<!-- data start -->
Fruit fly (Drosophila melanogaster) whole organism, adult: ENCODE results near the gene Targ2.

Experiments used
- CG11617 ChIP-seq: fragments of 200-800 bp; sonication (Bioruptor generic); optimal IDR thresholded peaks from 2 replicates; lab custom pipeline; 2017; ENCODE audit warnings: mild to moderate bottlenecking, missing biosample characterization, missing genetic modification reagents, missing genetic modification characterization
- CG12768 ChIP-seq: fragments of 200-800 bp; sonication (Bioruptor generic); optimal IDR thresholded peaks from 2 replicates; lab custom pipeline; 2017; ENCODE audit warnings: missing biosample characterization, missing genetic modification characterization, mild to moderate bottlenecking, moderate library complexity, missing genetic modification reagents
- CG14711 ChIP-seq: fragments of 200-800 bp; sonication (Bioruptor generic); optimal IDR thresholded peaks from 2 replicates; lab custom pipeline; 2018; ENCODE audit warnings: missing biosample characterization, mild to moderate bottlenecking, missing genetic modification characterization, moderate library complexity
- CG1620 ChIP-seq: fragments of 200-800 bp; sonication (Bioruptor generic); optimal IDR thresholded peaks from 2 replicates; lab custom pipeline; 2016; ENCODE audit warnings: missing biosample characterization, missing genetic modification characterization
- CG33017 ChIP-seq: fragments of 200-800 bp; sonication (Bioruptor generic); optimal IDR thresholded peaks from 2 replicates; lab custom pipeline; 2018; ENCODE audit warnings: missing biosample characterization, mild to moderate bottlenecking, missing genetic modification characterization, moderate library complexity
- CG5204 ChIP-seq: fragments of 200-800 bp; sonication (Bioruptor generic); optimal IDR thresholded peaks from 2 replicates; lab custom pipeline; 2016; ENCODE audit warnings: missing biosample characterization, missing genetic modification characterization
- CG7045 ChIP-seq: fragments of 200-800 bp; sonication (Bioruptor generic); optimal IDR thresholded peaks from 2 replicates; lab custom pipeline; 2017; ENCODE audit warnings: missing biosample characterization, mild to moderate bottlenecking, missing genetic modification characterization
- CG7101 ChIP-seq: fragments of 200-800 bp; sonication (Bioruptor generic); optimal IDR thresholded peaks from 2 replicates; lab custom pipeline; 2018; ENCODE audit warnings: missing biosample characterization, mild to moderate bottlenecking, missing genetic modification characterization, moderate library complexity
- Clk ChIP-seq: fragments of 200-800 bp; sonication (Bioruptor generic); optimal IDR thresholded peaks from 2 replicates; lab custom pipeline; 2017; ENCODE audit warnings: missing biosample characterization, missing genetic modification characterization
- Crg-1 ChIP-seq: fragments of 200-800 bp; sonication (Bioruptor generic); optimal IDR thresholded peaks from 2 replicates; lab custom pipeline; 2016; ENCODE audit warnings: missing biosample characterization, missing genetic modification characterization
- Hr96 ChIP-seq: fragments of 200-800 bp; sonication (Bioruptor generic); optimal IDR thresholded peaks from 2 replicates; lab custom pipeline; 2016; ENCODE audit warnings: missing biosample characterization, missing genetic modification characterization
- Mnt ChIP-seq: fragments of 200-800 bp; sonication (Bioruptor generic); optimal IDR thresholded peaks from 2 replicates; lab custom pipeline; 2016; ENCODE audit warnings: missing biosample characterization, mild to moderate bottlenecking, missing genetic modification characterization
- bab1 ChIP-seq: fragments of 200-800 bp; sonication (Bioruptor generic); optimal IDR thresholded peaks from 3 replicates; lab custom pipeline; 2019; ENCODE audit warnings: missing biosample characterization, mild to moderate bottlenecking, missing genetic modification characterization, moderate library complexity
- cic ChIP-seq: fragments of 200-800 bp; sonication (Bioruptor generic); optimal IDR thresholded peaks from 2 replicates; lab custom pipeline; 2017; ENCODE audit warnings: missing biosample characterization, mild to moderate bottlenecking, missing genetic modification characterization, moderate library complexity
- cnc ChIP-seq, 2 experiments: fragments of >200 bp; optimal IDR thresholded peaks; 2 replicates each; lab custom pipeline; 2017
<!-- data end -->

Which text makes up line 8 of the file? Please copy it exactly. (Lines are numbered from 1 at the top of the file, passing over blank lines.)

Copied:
- CG5204 ChIP-seq: fragments of 200-800 bp; sonication (Bioruptor generic); optimal IDR thresholded peaks from 2 replicates; lab custom pipeline; 2016; ENCODE audit warnings: missing biosample characterization, missing genetic modification characterization